Fahri Türk: Die deutsche Rüstungsindustrie in ihren Türkeigeschäften zwischen 1871 und 1914. Die Firma Krupp, die Waffenfabrik Mauser und die Deutschen Waffen- und Munitionsfabriken. Ein Beitrag zu den deutsch-türkischen Beziehungen (= Ethnien - Regionen - Konflikte; Bd. 13), Frankfurt a.M. [u.a.]: Peter Lang 2007, XVI + 230 S., ISBN 978-3-631-56041-9, EUR 42,50
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This well documented work originated as a dissertation submitted to the Free University of Berlin. While offering no striking reinterpretations, Tuerk comprehensively addresses the role of the German armaments industry in influencing relations between the Second Reich and the Ottoman Empire from the Franco-German War to 1914. Turkey sought to modernize its armed forces without falling completely under Western influence. Germany seemed the most favourable prospect for both techniques and technology.
Not only had the German army taken pride of place on the continent after 1871. Among the great powers Germany seemed the least direct threat to Ottoman interests. German arms manufacturers for their part were anxious to increase their overseas markets, and that desire was generally underwritten by the German government. Tuerk stress as well the influence of German Orientalism, and its advocacy of German settlement in what seemed to Journalists and professors the undeveloped frontier region of Anatolia. The Ottoman Empire, particularly after its military and political defeats in the Russo-Turkish War and at the subsequent Congress of Berlin, appeared a customer in no position to haggle. It seemed a commercial match if not made in heaven, then certainly reflecting a congruence of needs, wishes, and interests.
Tuerk next moves to the overhauling of the Ottoman army by German officers, particularly Colmar Freiherr von der Goltz, head of the military mission from 1883 to 1895. Influential at the Sultan's court, his advocacy for German weapons was a major factor in the increasing orders placed with firms like Mauser and Krupp. The German embassy helped as well. Turkish statesmen and Turkish officers alike supported the German connection-as Tuerk shows, far more from conviction than from any under-the-table financial encouragement. Their advocacy was at the expense of a Turkish arms industry with a long and successful history, which was anxious to reach equality with Europe for patriotic as well as commercial reasons. But with Sultan Abdul Hamid transferring his substantial private savings from France to the German Reichsbank, the future pattern was clear.
For the German armaments industry, foreign orders meant increased political influence as well as additional profit. Competition for the large-scale Ottoman contracts was intense, eve in the context of a developing cartel system designed to discourage mutual throat-cutting. In particular the firms of Ludwig Ehrhard and Friedrich Krupp vied for artillery orders. Krupp proved more successful, increasingly developing a strong connection with the Ottoman navy as well. The consistent improvement in the details of weapons development guaranteed a steady flow of funds in one direction, hardware in the other-and an increasing level of corruption.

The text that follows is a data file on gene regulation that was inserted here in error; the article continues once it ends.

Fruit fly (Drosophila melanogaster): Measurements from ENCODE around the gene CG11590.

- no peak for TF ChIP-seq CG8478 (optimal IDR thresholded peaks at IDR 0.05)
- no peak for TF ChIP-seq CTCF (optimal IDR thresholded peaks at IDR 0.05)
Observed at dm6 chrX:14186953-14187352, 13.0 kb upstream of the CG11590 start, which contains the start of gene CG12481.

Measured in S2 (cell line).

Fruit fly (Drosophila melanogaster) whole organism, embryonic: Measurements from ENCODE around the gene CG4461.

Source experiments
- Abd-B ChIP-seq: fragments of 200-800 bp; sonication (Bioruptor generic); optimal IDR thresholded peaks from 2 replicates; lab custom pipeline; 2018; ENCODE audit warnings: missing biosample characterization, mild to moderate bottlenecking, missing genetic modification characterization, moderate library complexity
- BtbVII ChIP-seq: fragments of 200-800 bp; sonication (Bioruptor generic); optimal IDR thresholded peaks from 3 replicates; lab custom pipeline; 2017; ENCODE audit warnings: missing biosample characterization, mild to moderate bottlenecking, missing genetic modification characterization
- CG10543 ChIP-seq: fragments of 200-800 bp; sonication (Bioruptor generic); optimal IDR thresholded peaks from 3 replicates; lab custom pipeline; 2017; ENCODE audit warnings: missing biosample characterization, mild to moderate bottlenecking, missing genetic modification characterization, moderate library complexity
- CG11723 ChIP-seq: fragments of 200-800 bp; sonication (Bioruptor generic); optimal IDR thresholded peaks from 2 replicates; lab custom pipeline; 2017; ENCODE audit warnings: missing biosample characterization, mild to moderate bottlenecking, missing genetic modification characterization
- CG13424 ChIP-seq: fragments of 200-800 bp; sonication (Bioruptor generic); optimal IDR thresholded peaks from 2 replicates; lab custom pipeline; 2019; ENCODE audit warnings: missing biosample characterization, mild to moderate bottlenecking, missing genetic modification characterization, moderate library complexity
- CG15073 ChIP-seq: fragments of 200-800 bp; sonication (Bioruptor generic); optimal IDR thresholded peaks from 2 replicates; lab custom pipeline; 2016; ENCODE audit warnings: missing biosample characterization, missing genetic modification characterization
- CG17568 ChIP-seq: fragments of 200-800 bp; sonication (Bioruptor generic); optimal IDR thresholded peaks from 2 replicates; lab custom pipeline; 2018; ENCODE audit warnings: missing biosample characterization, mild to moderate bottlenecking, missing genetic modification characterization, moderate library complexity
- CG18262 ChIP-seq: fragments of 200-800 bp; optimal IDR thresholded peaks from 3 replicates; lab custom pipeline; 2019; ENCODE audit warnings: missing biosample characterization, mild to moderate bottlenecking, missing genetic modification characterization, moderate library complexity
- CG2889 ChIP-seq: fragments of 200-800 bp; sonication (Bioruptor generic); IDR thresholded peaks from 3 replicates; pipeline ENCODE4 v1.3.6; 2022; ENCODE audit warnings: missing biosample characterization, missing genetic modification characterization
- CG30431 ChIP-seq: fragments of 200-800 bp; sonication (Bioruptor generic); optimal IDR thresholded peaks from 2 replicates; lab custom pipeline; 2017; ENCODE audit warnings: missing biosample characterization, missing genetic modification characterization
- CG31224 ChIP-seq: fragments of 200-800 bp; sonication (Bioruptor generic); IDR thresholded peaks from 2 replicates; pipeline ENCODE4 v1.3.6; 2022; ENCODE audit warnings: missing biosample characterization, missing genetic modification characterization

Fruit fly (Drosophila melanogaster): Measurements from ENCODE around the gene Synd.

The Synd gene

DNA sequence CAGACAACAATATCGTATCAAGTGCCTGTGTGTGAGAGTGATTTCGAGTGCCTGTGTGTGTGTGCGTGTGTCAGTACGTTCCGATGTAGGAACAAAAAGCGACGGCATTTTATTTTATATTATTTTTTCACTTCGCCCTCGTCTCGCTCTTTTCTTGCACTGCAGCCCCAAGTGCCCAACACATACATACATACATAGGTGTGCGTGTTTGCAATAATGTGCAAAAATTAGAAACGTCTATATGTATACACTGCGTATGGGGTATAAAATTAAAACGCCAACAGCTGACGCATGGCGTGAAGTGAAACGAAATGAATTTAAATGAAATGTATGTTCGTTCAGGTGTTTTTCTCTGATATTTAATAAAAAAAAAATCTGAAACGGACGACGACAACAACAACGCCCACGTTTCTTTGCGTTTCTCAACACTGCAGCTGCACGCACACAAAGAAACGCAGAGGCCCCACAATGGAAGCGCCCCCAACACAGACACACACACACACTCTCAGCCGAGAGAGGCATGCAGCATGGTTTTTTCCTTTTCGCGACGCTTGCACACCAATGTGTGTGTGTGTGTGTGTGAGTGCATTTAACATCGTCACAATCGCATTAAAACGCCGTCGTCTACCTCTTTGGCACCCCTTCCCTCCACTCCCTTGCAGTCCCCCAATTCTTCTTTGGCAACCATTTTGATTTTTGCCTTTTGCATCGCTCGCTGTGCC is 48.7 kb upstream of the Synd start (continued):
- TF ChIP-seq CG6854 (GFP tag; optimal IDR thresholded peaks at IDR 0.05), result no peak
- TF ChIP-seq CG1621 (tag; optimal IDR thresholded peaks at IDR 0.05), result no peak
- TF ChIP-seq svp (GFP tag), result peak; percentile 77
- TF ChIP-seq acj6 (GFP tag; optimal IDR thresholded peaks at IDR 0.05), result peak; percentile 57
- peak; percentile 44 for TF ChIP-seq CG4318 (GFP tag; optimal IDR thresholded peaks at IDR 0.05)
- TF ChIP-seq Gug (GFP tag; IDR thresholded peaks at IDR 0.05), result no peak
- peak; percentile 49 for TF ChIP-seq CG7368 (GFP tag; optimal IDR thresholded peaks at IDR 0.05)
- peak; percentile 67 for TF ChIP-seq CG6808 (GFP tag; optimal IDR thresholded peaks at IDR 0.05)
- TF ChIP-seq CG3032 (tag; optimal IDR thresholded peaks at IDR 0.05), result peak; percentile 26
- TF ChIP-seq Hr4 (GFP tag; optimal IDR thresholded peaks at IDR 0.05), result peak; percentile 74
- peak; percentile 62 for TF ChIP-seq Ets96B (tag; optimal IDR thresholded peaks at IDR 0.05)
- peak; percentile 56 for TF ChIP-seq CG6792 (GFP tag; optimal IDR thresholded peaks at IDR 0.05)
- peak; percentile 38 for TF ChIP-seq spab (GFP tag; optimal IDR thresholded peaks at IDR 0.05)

The absence of a European-style nobility in the Ottoman Empire meant in practice that offices were bestowed at the will-or the whim-of superiors. An increasingly debilitated economy meant salaries were usually well in arrears. In those contexts almost all officials depended on "gifts" understood not as bribery in the Western sense, but as a necessary facilitator of business negotiations. German rifles and cannon were reliable and simple to operate. Their high quality, demonstrated in the army's success in the Cretan uprising of 1895, meant that the treasure suffered ore than the soldiers from this exchange of favours. It also gave the Germans an initial edge over the increasing efforts of French and British firms to develop Turkish connections. The Young Turk revolution of 1908 brought a degree of change. The new regime was concerned with balancing books too long neglected. It also sought to break what seemed an unhealthy dependancy on a single major arms supplier. Schneider-Creusot was more successful in the Balkan states, but Vickers-Armstrong won an increasing number of naval contracts in Constantinople.
German influence nevertheless persisted. After the war German firms opened three weapons and two powder factories in the new Turkish Republic. After World War II, in the NATO era, the Federal Republic continued to be a major supplier of arms to Turkey. The use of those weapons against the Kurds was a cause of tension between Bonn and Ankara at the century's turn - a far cry from earlier attitudes, but an indicator of an enduring military-cultural connection.
Dennis E. Showalter